The Doors of the Church Are Open: Contextualizing Black Churches As a Place and Space for Mental Health and Longevity Among African Americans
Methods: The Churches study involved six focus groups with older African Americans from three churches in southeastern Michigan (n=50) and explored their attitudes toward depression, factors that impact treatment seeking, and coping strategies. As depression is associated with increased risk of morbidity and mortality, how it manifests among older African Americans (and the influence of the church in this context) is important to consider regarding longevity and quality of life. Papers in this symposium address the language of depression, the role of spirituality in shaping how depression is defined, the role of family support networks, and expectations about formal care for mental health.
Results: The first paper examined if the language used by older, church-going African Americans maps onto the Diagnostic and Statistical Manual of Mental Disorders (DSM). Participants described depression with terminology from the DSM as well as synonyms for depression. Generally, the language used by participants focused on possible causes of depression and its impact on functionality, more so than the symptoms themselves. Some words used by the participants mapped well onto the DSM, while others did not. The second paper involved a phenomenological examination of the role of spirituality in shaping how older black women define and discuss depression. Findings suggested that depression was discussed in the context of balancing treatment with spiritual practice, as a strong faith orientation was found to act as a buffer against depressive symptoms. Participants agreed that while physical health problems require immediate attention, mental health care is different. The third paper used a mixed methods approach to explore the role of family support in the mental health outcomes of older men. This paper used the Churches data to build a conceptual framework, which was then tested with a nationally representative sample of older, church-going African American men from the National Survey of American Life (n=401). Results from the confirmatory factor analysis indicate a good fit between the tested model and the observed data, providing additional depth to our understanding of the importance of family support networks in black male identity, successful aging, and mental health outcomes. Using the full Churches study sample, the final paper examined factors related to seeking formal care and found that health and well-being were considered to be both, physical and spiritual, and play a central role in the church communities. Issues related to privacy, respect, education, accessibility, credentialing, and consistency of providers are centrally important to the willingness of these older adults to engage in services.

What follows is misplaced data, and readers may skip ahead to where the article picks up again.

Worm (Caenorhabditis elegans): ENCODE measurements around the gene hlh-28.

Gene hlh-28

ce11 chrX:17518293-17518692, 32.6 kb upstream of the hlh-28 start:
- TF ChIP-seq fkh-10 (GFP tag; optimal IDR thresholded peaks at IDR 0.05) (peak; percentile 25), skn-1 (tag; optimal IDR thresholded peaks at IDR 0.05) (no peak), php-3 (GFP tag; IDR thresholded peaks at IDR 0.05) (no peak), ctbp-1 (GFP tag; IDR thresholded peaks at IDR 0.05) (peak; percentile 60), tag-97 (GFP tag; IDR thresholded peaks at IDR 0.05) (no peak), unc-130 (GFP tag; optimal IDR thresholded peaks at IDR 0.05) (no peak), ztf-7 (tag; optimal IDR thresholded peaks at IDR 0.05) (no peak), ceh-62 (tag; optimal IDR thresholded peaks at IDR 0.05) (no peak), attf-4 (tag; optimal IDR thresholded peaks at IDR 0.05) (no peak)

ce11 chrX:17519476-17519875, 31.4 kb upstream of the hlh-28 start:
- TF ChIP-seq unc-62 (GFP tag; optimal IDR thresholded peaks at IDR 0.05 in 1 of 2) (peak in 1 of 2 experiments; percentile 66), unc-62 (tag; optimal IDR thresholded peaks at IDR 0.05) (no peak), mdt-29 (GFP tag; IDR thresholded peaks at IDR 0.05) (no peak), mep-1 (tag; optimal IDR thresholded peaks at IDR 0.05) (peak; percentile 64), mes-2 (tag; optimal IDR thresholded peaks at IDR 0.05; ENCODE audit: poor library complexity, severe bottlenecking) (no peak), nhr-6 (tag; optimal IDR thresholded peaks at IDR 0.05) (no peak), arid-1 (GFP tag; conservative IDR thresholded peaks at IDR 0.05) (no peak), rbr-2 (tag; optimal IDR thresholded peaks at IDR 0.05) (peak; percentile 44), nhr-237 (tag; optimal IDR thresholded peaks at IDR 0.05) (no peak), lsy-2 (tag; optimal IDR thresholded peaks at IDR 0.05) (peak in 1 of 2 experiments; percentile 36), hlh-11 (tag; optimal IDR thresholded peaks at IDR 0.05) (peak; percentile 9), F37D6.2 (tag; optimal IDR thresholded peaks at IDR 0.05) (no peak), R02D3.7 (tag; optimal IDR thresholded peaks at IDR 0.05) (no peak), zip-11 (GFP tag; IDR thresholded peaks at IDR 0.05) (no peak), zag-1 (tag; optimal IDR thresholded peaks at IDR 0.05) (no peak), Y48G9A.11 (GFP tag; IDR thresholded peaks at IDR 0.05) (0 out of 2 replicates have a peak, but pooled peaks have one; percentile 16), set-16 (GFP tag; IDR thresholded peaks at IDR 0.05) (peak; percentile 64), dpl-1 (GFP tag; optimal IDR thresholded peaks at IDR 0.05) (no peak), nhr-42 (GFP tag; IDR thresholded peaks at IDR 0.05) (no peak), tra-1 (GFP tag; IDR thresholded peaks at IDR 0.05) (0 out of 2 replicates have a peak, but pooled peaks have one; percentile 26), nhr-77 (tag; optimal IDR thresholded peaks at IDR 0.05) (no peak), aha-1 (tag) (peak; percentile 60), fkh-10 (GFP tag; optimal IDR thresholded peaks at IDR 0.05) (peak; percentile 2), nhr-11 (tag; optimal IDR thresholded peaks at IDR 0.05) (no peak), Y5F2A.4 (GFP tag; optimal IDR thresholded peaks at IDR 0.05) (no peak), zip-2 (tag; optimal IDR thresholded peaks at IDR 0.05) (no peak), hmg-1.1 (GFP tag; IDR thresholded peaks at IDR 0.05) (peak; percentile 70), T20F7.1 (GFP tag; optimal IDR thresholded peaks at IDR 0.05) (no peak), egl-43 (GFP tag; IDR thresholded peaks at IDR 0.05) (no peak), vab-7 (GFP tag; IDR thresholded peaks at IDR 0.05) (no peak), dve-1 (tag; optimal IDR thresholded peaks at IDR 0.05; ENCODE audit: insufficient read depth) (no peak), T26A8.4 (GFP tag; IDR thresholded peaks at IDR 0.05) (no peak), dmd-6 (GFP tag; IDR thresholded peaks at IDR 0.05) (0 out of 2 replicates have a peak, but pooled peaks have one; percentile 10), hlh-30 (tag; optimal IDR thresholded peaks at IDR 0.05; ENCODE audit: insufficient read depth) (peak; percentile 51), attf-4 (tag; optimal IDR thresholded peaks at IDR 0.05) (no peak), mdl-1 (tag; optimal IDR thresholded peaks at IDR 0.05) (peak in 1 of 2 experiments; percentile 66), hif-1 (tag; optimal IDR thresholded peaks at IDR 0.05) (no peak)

Implications: Collectively, these studies add depth and breadth to our understanding of the social and cultural context of depression management and the acceptability of mental health interventions targeting African Americans who are affiliated with their churches.